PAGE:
Wednesday, November 26, 2008

"Administering" vs. "Passing" the Sacrament

I was struck by something years ago about women actually "passing" the sacrament. I have a wife and four daughters, I am gone many Sundays, my oldest son has been in college for the past two years and my second boy often is administering the sacrament, so on our pew each Sunday the sacrament is passed by women more than by men - and often exclusively.

There are two aspects that get melded together because of our imprecise terminology. It requires the Priesthood to "administer" the ordinance of the sacrament; it does not require the Priesthood to "pass" the sacrament. We use "pass" to describe what the deacons do, but, in reality, they are assisting the Priests in the "administration" of the sacrament. The Priesthood "hallows" or "sanctifies" and oversees the ordinance (grounds the practice in divine authority), but all are allowed to participate in the process of receiving AND giving - even young children, who are the only one's inherently "worthy" to represent the sinless one.

The key, in my opinion, is not who "passes" the sacrament to each and every member, but rather who "administers" the ordinance - who "oversees" the distribution to the body of believers. That administration can take any number of forms, including our current method of involving the women, girls and children in passing the sacrament.

8 comments:

BHodges said...

I've wondered how the Deacon's role has evolved, becoming the official "distributors" for lack of a better term. I haven't gotten around to reading it yet, but William G. Hartley's “From Men to Boys: LDS Aaronic Priesthood Offices, 1829-1996,” Journal of Mormon History 22/1 (Spring 1996) goes over the development of our current structure. I also note that in the Book of Mormon the duty of distributing the sacrament appears to invariably fall on men directly. Interesting that as the sacrament is passed today it is actually passed by the members along the benches, etc.

Papa D said...

BHodges, I've had that on a list of things to read for a while. I just need to do it. Thanks for reminding me.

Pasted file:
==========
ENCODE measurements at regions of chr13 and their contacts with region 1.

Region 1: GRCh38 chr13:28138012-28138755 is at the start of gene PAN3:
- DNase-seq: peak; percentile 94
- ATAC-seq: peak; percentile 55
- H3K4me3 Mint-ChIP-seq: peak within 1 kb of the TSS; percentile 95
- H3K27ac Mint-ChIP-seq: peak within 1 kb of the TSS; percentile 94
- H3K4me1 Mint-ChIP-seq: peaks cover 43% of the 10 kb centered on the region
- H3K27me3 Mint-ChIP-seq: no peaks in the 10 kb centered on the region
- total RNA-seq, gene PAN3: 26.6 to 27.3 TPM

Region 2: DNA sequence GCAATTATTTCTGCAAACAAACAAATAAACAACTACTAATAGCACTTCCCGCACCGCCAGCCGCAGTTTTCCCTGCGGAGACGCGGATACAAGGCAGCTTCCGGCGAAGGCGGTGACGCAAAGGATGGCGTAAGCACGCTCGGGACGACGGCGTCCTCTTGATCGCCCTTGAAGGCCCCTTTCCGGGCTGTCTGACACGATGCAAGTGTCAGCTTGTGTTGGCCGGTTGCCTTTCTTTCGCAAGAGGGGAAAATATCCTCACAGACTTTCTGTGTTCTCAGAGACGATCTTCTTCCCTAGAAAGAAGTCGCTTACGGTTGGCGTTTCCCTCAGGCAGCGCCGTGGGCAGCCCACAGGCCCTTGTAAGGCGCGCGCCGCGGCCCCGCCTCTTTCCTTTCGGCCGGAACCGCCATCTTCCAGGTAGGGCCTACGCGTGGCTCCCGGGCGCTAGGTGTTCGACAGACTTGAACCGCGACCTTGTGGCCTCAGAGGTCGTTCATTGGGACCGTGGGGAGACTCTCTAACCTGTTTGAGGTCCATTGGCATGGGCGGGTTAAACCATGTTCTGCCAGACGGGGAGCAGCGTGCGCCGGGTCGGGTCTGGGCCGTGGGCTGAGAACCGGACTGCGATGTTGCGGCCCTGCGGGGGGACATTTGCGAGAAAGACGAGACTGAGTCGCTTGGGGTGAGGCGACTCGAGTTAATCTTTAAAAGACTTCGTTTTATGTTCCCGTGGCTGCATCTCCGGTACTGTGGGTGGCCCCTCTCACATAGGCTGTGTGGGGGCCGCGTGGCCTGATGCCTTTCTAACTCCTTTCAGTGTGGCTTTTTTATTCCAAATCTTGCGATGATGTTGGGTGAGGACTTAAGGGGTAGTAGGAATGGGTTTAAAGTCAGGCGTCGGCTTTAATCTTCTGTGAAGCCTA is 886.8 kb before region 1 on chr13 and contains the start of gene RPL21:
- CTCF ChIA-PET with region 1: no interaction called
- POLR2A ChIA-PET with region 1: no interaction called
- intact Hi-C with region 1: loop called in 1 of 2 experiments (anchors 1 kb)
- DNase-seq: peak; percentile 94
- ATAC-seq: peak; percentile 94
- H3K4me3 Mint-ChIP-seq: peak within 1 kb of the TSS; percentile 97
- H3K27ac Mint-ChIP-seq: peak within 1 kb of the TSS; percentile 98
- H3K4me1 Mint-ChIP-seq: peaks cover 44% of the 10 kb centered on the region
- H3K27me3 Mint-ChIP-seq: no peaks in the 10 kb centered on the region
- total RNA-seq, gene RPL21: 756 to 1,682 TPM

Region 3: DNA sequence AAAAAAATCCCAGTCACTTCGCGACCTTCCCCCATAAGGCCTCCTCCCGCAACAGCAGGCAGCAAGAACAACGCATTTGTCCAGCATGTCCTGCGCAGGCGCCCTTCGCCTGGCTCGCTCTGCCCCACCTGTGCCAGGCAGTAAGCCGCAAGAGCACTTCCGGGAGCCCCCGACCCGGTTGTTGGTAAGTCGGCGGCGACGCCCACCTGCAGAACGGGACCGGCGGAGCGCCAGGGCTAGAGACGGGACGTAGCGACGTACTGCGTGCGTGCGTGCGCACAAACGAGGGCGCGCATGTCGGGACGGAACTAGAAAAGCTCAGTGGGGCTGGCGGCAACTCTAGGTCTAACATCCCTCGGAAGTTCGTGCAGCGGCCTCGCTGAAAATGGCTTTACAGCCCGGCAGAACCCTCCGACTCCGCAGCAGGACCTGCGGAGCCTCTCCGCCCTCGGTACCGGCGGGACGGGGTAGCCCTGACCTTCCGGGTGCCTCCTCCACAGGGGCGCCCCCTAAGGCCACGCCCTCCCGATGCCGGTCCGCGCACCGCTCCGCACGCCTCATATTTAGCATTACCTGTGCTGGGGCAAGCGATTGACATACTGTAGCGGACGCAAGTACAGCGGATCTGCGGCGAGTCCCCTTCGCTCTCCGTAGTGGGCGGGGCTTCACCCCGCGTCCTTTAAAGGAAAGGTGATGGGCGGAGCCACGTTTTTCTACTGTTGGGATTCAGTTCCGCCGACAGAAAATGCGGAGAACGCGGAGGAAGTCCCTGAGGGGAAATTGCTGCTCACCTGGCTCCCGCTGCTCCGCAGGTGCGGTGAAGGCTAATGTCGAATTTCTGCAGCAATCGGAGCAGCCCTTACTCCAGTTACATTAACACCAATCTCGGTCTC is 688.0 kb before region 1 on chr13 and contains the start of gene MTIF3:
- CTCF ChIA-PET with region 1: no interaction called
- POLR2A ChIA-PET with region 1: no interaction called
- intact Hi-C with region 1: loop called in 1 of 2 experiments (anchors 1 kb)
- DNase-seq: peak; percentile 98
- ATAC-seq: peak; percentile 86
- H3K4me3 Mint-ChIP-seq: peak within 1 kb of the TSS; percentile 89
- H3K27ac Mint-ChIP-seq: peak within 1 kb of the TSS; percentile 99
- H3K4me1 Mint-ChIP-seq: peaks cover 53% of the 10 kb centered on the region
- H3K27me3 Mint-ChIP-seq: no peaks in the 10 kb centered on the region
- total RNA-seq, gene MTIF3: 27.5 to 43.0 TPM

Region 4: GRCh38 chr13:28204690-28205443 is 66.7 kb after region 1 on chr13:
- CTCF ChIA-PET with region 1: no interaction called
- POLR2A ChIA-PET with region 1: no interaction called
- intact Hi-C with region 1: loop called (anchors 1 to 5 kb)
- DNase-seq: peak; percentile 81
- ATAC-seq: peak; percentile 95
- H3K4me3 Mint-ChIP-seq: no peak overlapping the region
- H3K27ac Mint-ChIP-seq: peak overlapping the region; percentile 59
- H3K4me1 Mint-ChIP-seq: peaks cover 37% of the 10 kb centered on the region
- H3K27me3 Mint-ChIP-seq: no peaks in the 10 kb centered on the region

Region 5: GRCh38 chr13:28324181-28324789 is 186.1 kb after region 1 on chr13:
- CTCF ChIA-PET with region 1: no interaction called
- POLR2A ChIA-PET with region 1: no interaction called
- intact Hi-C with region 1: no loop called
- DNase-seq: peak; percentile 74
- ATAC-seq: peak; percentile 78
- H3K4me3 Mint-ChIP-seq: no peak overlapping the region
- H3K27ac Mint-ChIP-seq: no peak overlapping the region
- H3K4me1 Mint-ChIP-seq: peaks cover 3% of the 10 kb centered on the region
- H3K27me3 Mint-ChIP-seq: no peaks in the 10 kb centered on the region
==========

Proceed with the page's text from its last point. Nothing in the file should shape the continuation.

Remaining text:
Ardis E. parshall said...

Thinking of the difference between the sacerdotal administering of the sacrament and the practicalities of passing the trays along the benches makes it even more terrible to remember the lengths that some -- some, not all -- quorums went to pre-1978 to prevent certain ward members from even touching the tray as it passed along the benches.

Papa D said...

AMEN, Ardis. Amen, and amen.

That is one of the absolute worst manifestations of how deeply the misguided jusifications were internalized by many members.

I think it's interesting to think of the "passing" of the sacrament as it occurs now and contemplate how many different iterations could exist without affecting the "administering" of the sacrament in any way. I really like BHodges' use of the word "distributing" in this case, since that simply denotes getting it from the Priests to the congregation - without any specific, standardized format. As long as it gets from Point A to Point B (has been distributed in a maner overseen by the Priesthood), how it then is "passed" among those at Point B becomes almost irrelavent (as long as it is not irreverent).

Anonymous said...

Especially interesting when juxtaposed with your earlier comment regarding the duality of ordinances. The communal and the individual symbolism. Along a pew the sacrament is passed from daughter to father to neighbor to child . . .

Papa D said...

Great tie-in, Anonymous. I hadn't made that connection.

Thanks!

adam said...

Interesting, Ray. Thanks.

newellista said...

I remembering serving in a District in Argentina many years ago, where they had a different "take". One of the counselors in the District Presidency was convinced that the priesthood should be the only ones to handle the sacrament trays. As a result, the Deacons would inch their way up and down the rows, allowing each member to take the sacrament directly from their hand.

No amount of discussion could change this good brothers mind. His authoritative claim what that he had lived in Houston for a while, and that is how it was done there, so it must be right. Nevermind that my companion and I had both grown up in the midst of the "center stakes of Zion" and had very different experiences.

This was just one more experience that helped me understand that while the Gospel is true, the Church and its members often fall short.